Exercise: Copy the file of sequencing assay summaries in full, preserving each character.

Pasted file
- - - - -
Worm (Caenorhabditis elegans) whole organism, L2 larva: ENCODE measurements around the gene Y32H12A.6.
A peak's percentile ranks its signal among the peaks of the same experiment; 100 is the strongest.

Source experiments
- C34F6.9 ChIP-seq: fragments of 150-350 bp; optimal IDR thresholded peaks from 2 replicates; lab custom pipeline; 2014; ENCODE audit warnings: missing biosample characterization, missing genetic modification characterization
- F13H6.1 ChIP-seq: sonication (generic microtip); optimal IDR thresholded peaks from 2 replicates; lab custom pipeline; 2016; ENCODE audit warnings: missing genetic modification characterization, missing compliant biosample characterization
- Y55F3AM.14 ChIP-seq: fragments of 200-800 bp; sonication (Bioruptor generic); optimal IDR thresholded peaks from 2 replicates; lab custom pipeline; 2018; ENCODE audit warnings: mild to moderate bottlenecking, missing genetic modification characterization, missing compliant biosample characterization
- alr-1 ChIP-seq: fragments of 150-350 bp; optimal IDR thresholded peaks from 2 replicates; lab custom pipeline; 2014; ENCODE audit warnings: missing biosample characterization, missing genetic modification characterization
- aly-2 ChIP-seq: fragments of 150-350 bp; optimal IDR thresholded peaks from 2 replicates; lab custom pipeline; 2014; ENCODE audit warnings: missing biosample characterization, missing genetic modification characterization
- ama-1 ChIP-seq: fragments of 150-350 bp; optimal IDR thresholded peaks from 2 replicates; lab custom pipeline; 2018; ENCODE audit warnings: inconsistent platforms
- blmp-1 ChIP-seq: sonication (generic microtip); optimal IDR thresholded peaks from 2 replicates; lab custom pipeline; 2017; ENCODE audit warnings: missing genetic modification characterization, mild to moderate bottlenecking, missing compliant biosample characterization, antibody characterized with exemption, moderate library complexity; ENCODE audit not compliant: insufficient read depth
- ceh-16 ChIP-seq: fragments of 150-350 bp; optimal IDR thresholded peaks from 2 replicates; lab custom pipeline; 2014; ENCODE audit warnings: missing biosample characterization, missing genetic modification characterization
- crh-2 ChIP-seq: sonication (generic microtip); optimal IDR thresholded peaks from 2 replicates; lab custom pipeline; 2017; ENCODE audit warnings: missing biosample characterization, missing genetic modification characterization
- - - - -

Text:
Worm (Caenorhabditis elegans) whole organism, L2 larva: ENCODE measurements around the gene Y32H12A.6.
A peak's percentile ranks its signal among the peaks of the same experiment; 100 is the strongest.

Source experiments
- C34F6.9 ChIP-seq: fragments of 150-350 bp; optimal IDR thresholded peaks from 2 replicates; lab custom pipeline; 2014; ENCODE audit warnings: missing biosample characterization, missing genetic modification characterization
- F13H6.1 ChIP-seq: sonication (generic microtip); optimal IDR thresholded peaks from 2 replicates; lab custom pipeline; 2016; ENCODE audit warnings: missing genetic modification characterization, missing compliant biosample characterization
- Y55F3AM.14 ChIP-seq: fragments of 200-800 bp; sonication (Bioruptor generic); optimal IDR thresholded peaks from 2 replicates; lab custom pipeline; 2018; ENCODE audit warnings: mild to moderate bottlenecking, missing genetic modification characterization, missing compliant biosample characterization
- alr-1 ChIP-seq: fragments of 150-350 bp; optimal IDR thresholded peaks from 2 replicates; lab custom pipeline; 2014; ENCODE audit warnings: missing biosample characterization, missing genetic modification characterization
- aly-2 ChIP-seq: fragments of 150-350 bp; optimal IDR thresholded peaks from 2 replicates; lab custom pipeline; 2014; ENCODE audit warnings: missing biosample characterization, missing genetic modification characterization
- ama-1 ChIP-seq: fragments of 150-350 bp; optimal IDR thresholded peaks from 2 replicates; lab custom pipeline; 2018; ENCODE audit warnings: inconsistent platforms
- blmp-1 ChIP-seq: sonication (generic microtip); optimal IDR thresholded peaks from 2 replicates; lab custom pipeline; 2017; ENCODE audit warnings: missing genetic modification characterization, mild to moderate bottlenecking, missing compliant biosample characterization, antibody characterized with exemption, moderate library complexity; ENCODE audit not compliant: insufficient read depth
- ceh-16 ChIP-seq: fragments of 150-350 bp; optimal IDR thresholded peaks from 2 replicates; lab custom pipeline; 2014; ENCODE audit warnings: missing biosample characterization, missing genetic modification characterization
- crh-2 ChIP-seq: sonication (generic microtip); optimal IDR thresholded peaks from 2 replicates; lab custom pipeline; 2017; ENCODE audit warnings: missing biosample characterization, missing genetic modification characterization